Play music you love but that you haven’t listened to in ages. Go on a nature walk. Call a friend you haven’t spoken with in a while. Meet friends for lunch or coffee. Sleep a lot.

Winding down can be hard when you’re out of practice. Just sitting still and doing nothing can be just the right thing to do as your brain adjusts to not working. Personally, it takes me a day or so to slow down long enough to enjoy sitting still doing nothing.

If you are on a vacation in an exciting, new place, resist the urge to be the leader. Don’t spend the trip organizing every day’s activities and making sure everyone else has a good time.

That is not unwinding. That is work, just in a different context.

Let your traveling companions plan the activities. Go on a guided tour, the kind where you just follow someone around and listen. Spend a day at the hotel pool, flipping through magazines while everyone else does what they want to do.

Don’t worry about productivity, making lists, or sticking to a schedule. Remind yourself that you are on vacation. If you are in a place with a lot of sightseeing opportunities, don’t feel like you have to see and do everything. Remind yourself that you can come back someday.

Re-Entering Real Life

Your vacation is over, and it’s time to return to your life as a fundraiser.

Don’t spend your last days on vacation obsessing about going back to work. You have a to-do list, remember? Enjoy your vacation right up until your alarm goes off on your first day back.

Return to work, and consult your list for the tasks that need to be done. Embrace your routine. Get back to your mid-morning coffee break or your afternoon Instagram binge.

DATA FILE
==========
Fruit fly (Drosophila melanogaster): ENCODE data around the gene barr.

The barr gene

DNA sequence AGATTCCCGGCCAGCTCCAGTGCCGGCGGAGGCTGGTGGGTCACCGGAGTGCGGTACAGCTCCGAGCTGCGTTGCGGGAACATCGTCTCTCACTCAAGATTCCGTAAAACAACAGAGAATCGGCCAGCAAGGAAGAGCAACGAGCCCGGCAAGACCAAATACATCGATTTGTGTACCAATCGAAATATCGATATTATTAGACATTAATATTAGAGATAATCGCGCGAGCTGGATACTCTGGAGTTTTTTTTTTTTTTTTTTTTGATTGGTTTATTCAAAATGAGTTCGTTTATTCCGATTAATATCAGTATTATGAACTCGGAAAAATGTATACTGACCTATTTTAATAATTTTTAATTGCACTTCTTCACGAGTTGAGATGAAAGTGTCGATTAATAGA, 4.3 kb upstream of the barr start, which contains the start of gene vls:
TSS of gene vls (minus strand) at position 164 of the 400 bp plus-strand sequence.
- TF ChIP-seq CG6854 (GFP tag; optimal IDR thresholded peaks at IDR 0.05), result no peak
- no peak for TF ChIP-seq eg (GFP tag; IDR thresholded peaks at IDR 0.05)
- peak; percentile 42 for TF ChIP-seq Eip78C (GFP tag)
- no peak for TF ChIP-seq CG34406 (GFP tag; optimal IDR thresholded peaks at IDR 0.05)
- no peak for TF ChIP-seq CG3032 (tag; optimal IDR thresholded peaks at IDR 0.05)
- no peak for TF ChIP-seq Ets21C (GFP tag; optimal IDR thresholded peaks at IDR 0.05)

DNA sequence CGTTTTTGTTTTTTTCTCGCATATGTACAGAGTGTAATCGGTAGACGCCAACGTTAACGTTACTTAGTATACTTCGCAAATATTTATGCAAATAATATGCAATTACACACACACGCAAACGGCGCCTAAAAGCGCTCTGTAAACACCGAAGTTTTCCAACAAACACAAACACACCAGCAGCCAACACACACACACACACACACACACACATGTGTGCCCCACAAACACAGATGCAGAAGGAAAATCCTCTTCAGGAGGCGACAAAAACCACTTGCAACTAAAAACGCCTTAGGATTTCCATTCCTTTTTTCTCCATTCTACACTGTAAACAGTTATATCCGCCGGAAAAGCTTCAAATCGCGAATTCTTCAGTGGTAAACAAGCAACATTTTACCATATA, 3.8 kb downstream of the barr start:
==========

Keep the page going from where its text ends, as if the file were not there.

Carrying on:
Consider adding something restorative to your routine. Can you take a quick walk after lunch?

If you have an overwhelming number of emails and voicemails, don’t feel like you have to respond to every one of them on your first day back. After you have settled in, touch base with your colleagues, volunteers, and Board members. Then, get back to your list.

Some people use the dread of returning as an excuse not to take time off from work. Make returning to work just a normal thing you do, just like taking time off is normal.

The Bottom Line

take time off from work

We all need time to rest and recharge, and that includes fundraisers, nonprofit leaders, and founders. Even if your organization is new. Even if there are an overwhelming number of people and animals who need your services. Even if you set a high fundraising goal.

Commit to taking time off from work. Do it for the sake of your mental health and wellbeing. Also, do it for the sake of productivity. By taking time to recharge, you will avoid burnout and be more productive.

You will also set a great example for your colleagues when you take time off from work. You will build a healthy, happier workplace. And, together, you will all work hard and change more lives. That’s what it’s all about!